While it appears increasingly likely that the Senate will punt a vote on the controversial appellate court nomination of Leslie Southwick until at least after the October recess, Republican leaders are still eyeing the possibility of a roll call this week and are igniting a wholesale lobbying campaign to try to come up with 60 votes to win his confirmation.
As part of the effort, a key group of GOP Senators and at least one Democrat will huddle today to talk strategy and gauge support for the 5th U.S. Circuit Court of Appeals hopeful. At the same time, Southwick himself has begun holding a series of private meetings with a handful of Democratic Senators whom the White House has targeted as possible swing votes.
“We are preparing for a vote this week based on the things [Majority Leader Harry] Reid [D-Nev.] has said,” noted one senior Republican Senate aide. “We’re still working, but confident.”
Reid earlier had indicated he would hold a confirmation vote on the divisive nominee before the brief October recess, which begins Friday. But Democrats close to Reid said Monday the Majority Leader has no plans to add the nomination to the calendar unless and until GOP Senators ask for it.
“From everything we can see, Republican Senators are still trying to shore up their votes,” said a high-level Democratic Senate staffer. “The fact is, the Republicans aren’t pressing for a vote. They need more time and we understand they are looking for more time to work on improving their vote total.”
Republicans acknowledge they still are trying to corral the votes they need to avert a filibuster and install Southwick, a former Mississippi appeals court judge, to a lifetime appointment on the New Orleans-based federal bench. But GOP sources also pointed out Monday that Reid, as the Majority Leader, controls the calendar and ultimately will decide when votes are cast.
“We’re going forward, assuming that it would be [this week],” the Republican Senate aide said.
Southwick has significant Democratic opposition working against him, including from Reid, Majority Whip Dick Durbin (Ill.), Judiciary Chairman Patrick Leahy (Vt.) and Democratic Senatorial Campaign Committee Chairman Charles Schumer (N.Y.).
That power quartet holds significant sway, and sources within the Conference suggested Monday that they wouldn’t be surprised if the leadership mounts an opposing lobbying campaign in its own ranks. Democrats are openly wary of a lifetime appointment for Southwick, who is the third of three controversial Bush picks to fill that slot on the 5th Circuit.
“We’re outnumbered,” said Sen. Thad Cochran (R-Miss.), who along with home-state colleague and Minority Whip Trent Lott (R) are Southwick’s most forceful advocates.
Schumer, in particular, may be looking to help lead the opposition given he’s often among the party’s most vocal White House aggressors and was a leading Southwick critic when the nomination came before the Judiciary Committee in July.
What’s more, Schumer could be looking to flex his muscle against the administration’s pick in Southwick since he has all but given the green light to Bush’s selection to be the next attorney general, Michael Mukasey. Mukasey is a fellow New Yorker who is likely to enjoy widespread, bipartisan Senate backing — with Schumer’s blessing.
Cochran said Monday that the hurdles to confirming Southwick remain great, but he continues to work with other GOP Senate supporters to try to convince enough Democrats to come on board. He added that he believes if Democratic Senators approach the Southwick nomination with an open mind, then he may eke through.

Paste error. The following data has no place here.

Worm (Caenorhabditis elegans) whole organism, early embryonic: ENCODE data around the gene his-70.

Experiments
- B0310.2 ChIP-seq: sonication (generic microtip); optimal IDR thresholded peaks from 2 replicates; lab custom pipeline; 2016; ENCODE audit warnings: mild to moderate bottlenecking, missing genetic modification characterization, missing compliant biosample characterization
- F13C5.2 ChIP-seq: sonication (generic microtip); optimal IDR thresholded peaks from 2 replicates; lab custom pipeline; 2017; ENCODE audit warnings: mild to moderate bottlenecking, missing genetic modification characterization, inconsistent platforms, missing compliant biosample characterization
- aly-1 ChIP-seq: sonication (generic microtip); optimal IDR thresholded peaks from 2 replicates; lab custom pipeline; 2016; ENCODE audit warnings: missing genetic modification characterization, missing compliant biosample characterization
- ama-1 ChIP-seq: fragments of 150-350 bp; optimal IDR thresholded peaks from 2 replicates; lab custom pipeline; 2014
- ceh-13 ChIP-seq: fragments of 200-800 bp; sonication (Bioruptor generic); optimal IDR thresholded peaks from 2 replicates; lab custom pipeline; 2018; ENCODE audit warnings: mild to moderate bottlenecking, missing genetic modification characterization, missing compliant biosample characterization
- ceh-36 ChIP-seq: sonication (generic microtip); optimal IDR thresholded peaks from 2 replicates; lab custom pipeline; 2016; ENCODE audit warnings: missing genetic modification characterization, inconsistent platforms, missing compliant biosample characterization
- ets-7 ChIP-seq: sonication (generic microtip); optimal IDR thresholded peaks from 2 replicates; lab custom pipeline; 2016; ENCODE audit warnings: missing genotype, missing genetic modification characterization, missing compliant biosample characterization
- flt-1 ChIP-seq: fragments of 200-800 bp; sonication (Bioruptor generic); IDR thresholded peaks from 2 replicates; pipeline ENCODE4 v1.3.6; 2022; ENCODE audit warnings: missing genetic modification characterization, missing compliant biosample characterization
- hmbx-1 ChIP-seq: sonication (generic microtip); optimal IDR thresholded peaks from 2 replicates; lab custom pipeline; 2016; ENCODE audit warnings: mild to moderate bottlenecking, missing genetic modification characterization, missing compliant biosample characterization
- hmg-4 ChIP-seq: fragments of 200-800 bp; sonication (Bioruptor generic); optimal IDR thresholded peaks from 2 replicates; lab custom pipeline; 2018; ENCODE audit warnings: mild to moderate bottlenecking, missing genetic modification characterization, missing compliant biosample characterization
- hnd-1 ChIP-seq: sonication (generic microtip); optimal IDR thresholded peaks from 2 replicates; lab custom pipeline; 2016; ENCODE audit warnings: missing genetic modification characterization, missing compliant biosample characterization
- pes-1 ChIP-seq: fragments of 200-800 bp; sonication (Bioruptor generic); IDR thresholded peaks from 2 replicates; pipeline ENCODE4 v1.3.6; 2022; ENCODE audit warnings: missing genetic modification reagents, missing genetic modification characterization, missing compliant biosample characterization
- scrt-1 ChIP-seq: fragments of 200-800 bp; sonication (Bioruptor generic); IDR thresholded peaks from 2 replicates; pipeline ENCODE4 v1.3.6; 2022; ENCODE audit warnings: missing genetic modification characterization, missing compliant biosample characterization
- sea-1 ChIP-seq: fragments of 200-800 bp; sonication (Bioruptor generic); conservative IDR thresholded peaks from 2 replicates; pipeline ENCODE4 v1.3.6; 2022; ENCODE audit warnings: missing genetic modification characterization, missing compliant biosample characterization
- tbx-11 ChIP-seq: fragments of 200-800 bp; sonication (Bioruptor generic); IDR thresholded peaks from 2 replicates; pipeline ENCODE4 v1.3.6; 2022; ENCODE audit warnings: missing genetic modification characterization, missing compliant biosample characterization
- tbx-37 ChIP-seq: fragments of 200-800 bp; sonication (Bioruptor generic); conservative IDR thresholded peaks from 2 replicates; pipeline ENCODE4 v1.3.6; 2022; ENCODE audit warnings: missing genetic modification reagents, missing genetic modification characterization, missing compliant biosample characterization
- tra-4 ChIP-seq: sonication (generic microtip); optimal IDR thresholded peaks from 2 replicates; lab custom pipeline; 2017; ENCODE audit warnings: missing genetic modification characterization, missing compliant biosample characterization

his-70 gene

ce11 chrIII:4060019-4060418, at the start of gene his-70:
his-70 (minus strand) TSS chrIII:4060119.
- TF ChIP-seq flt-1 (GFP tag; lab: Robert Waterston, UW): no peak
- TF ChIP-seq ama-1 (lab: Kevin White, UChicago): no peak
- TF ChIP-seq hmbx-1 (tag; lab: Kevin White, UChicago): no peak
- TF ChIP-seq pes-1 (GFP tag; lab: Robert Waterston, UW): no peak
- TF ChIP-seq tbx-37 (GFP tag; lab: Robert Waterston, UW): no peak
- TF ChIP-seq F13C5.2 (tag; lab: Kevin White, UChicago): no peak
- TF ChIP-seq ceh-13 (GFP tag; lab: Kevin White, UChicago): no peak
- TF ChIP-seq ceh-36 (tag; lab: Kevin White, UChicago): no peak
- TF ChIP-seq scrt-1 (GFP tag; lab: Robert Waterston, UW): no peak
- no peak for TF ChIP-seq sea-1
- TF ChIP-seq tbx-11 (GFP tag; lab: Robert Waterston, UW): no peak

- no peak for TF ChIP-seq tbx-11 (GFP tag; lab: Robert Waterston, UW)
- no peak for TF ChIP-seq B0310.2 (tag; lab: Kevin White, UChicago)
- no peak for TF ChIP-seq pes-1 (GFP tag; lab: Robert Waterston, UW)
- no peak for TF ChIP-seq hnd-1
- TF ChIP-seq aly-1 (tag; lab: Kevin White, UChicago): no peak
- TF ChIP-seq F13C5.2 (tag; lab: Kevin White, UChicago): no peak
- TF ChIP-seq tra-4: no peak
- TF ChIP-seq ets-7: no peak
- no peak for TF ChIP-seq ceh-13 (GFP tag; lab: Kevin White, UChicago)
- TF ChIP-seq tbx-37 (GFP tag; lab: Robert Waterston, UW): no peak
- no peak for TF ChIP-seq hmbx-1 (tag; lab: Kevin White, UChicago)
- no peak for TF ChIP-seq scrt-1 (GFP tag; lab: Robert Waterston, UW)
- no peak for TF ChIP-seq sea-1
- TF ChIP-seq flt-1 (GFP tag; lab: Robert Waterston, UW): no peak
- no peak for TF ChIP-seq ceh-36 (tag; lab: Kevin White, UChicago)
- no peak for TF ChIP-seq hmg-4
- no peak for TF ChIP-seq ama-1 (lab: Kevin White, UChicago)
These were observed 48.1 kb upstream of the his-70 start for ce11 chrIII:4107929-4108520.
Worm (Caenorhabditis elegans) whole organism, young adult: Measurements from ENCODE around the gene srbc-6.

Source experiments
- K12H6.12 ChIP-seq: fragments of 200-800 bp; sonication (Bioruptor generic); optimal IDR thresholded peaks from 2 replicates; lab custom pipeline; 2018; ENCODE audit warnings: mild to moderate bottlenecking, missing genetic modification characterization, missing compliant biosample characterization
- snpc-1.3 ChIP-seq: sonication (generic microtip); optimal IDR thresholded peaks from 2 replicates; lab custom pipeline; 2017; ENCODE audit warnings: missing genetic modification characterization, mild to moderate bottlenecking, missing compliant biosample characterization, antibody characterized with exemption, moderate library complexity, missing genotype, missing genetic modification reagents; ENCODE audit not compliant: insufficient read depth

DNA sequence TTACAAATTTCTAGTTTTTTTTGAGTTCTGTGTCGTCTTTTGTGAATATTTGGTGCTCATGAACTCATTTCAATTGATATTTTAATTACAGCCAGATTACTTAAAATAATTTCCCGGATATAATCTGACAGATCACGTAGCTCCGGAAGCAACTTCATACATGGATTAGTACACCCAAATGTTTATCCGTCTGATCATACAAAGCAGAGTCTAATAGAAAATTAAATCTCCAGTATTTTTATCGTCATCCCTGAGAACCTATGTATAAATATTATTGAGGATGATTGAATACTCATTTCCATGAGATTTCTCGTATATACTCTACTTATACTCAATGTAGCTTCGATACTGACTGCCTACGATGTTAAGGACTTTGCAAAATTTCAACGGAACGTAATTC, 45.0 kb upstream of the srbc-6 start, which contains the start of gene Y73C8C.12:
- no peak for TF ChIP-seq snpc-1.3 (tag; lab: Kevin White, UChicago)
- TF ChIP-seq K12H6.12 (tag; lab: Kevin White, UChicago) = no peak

“The party with the most votes wins,” Cochran said. “And if it’s on a partisan basis, he won’t be confirmed and it would be a tragedy because he is a man of outstanding character who would be an outstanding addition to the court.”
But not everyone thinks so. While Republicans universally support Southwick as a qualified and moderate jurist, Democratic Senators and left-leaning organizations largely oppose him based on his civil and human rights record and because they believe that as a white male he does little to broaden the diversity of the Southern 5th Circuit Court.
Just one Democrat, Sen. Dianne Feinstein (Calif.), supported Southwick’s nomination in the Judiciary Committee earlier this summer. Other Democratic support remains unclear, although moderate Sens. Ben Nelson (Neb.) and Mark Pryor (Ark.) have suggested they too would back the nomination.
Republicans aren’t taking any chances. Sources familiar with the lobbying tactics said Monday that wavering Democrats are being told privately that it would be a bad precedent-setter to oppose a seemingly suitable pick for the federal bench, as it is possible a Democrat will control the White House in 2009 and need GOP support for their circuit court selections.
Republican Senators are expected to vet the nomination at today’s policy luncheon, and Minority Leader Mitch McConnell (R-Ky.) may take to the floor as early as today to discuss the status of the vote.
Also, Southwick will continue meetings with Democratic Senators throughout the week, and Republican leaders are reaching out to moderates from both parties — including from the original Gang of 14, which helped avert a standoff over Bush’s judicial nominations two years ago.
Even with those efforts, Cochran said he’s not sure if Republicans ever will be able to ascertain a firm head count for Southwick before the Senate votes. He added that given the strength of the Democratic leadership, a lot of potential backers may just keep their powder dry until the vote is called.
“Those who intend to vote for him, will vote for him,” Cochran said. “At some point, you just have to have the votes.”